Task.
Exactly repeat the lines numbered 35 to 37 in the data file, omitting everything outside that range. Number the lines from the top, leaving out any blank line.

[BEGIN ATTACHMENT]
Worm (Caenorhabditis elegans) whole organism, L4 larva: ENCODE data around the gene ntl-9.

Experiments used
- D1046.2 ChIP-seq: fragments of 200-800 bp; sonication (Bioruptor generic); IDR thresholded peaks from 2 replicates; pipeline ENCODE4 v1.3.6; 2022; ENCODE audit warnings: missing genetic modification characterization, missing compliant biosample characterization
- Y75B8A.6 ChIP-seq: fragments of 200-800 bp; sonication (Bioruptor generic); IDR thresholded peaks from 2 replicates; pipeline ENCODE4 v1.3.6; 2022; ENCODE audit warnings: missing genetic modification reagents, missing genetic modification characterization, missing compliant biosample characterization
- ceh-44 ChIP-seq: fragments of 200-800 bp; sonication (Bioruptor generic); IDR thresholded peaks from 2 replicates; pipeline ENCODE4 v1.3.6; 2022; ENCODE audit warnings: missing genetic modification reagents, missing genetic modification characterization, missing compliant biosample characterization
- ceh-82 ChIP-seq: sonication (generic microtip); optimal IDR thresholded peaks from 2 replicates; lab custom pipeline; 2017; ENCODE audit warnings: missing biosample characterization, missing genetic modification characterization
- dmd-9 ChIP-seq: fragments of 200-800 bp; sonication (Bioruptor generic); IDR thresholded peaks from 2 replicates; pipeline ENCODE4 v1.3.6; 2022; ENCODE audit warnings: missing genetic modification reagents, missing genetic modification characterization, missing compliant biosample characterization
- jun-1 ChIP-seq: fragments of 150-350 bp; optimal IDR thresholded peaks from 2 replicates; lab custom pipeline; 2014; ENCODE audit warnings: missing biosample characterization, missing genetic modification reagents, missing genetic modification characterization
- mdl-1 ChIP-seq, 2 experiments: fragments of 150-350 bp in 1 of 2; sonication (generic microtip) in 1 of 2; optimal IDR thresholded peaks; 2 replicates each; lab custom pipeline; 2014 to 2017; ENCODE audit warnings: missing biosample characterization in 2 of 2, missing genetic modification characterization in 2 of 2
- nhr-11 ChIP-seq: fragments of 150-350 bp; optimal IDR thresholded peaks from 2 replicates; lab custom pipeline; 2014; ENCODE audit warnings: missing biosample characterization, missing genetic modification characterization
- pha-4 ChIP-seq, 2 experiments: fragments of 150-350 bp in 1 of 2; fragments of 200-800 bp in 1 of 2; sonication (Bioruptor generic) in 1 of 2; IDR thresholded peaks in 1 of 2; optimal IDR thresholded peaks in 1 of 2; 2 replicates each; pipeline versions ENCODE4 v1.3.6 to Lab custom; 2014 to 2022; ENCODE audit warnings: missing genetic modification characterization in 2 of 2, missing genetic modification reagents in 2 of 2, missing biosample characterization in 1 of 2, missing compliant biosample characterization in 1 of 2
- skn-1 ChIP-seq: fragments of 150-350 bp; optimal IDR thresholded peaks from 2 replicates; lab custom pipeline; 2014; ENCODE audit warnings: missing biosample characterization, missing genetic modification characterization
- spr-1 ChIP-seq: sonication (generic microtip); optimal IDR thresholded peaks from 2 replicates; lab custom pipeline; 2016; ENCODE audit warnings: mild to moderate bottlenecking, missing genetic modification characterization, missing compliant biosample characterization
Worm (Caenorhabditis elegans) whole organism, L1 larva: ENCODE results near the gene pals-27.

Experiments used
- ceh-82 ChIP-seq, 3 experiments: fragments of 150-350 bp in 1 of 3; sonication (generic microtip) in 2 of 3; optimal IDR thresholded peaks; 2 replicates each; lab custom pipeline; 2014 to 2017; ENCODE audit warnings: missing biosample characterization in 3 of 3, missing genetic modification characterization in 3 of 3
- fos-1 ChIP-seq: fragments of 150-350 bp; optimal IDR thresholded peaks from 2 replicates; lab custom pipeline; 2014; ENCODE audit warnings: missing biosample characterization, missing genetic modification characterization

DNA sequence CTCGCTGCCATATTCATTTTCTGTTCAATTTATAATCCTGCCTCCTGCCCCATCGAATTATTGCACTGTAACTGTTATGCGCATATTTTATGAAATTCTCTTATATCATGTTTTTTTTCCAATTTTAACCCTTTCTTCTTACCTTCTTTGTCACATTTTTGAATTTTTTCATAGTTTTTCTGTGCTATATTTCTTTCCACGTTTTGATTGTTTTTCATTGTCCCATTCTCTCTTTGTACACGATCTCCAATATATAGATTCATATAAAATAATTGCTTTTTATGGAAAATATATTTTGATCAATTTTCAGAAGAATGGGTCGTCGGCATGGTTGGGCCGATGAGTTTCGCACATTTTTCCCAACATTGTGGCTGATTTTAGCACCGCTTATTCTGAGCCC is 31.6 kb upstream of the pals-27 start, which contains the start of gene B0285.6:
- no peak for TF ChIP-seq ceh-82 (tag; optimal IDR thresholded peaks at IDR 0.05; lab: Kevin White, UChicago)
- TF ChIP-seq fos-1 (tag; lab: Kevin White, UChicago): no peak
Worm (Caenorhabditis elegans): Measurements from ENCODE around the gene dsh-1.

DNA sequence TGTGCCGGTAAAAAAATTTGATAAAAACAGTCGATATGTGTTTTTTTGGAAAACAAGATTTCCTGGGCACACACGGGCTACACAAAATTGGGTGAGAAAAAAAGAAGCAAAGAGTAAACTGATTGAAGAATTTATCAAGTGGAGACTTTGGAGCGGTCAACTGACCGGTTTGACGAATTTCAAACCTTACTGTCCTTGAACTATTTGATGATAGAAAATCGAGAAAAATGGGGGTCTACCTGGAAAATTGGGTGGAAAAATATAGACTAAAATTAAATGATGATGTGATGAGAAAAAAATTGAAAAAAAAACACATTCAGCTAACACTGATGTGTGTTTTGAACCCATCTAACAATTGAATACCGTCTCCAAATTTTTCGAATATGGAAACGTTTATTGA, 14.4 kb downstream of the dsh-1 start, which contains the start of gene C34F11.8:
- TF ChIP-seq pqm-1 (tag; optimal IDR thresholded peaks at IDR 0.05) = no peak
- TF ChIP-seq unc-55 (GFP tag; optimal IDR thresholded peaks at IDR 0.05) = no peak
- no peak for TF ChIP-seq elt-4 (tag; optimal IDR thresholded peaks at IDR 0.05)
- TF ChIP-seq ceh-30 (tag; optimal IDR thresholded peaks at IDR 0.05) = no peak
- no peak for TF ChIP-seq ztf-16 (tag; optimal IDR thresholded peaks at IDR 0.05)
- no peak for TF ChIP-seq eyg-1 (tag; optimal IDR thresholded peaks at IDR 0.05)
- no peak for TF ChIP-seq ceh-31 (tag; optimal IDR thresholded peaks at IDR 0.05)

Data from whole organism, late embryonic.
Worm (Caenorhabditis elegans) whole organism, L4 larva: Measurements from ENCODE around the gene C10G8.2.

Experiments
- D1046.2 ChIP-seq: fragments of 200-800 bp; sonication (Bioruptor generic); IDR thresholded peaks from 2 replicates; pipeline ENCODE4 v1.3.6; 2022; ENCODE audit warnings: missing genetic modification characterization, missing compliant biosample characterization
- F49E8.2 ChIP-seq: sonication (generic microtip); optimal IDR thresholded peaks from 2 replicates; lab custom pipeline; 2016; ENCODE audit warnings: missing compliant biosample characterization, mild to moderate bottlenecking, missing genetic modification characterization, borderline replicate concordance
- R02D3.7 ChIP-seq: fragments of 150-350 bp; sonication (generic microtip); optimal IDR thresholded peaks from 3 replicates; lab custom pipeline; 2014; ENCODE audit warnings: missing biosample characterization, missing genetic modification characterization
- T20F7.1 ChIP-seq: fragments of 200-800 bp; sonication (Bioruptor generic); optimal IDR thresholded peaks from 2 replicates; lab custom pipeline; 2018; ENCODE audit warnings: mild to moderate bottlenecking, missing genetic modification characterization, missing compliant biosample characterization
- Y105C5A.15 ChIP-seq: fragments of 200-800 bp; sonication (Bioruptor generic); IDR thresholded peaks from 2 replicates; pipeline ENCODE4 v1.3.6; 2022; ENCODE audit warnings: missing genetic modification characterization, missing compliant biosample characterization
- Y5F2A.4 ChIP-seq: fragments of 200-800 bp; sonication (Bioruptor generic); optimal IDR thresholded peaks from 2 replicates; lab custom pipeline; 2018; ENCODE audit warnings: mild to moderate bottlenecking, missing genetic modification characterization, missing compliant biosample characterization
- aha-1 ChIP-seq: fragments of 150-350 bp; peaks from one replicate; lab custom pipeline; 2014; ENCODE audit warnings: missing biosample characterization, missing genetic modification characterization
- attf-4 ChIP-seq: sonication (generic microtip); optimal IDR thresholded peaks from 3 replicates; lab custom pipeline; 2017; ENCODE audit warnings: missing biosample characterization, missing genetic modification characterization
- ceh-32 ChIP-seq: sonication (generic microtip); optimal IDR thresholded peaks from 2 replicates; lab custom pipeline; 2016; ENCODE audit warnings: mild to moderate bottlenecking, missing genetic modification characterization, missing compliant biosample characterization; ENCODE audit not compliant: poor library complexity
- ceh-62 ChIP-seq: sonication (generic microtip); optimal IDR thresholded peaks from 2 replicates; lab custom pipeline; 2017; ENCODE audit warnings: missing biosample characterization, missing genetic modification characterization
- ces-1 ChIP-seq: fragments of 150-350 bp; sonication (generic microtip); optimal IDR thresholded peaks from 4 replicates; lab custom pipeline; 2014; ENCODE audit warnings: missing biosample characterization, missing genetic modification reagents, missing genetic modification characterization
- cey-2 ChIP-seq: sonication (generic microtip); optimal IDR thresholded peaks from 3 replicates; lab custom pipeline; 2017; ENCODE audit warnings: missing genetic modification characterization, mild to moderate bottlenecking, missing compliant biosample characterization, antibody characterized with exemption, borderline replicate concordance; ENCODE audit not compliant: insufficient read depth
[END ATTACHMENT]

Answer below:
- R02D3.7 ChIP-seq: fragments of 150-350 bp; sonication (generic microtip); optimal IDR thresholded peaks from 3 replicates; lab custom pipeline; 2014; ENCODE audit warnings: missing biosample characterization, missing genetic modification characterization
- T20F7.1 ChIP-seq: fragments of 200-800 bp; sonication (Bioruptor generic); optimal IDR thresholded peaks from 2 replicates; lab custom pipeline; 2018; ENCODE audit warnings: mild to moderate bottlenecking, missing genetic modification characterization, missing compliant biosample characterization
- Y105C5A.15 ChIP-seq: fragments of 200-800 bp; sonication (Bioruptor generic); IDR thresholded peaks from 2 replicates; pipeline ENCODE4 v1.3.6; 2022; ENCODE audit warnings: missing genetic modification characterization, missing compliant biosample characterization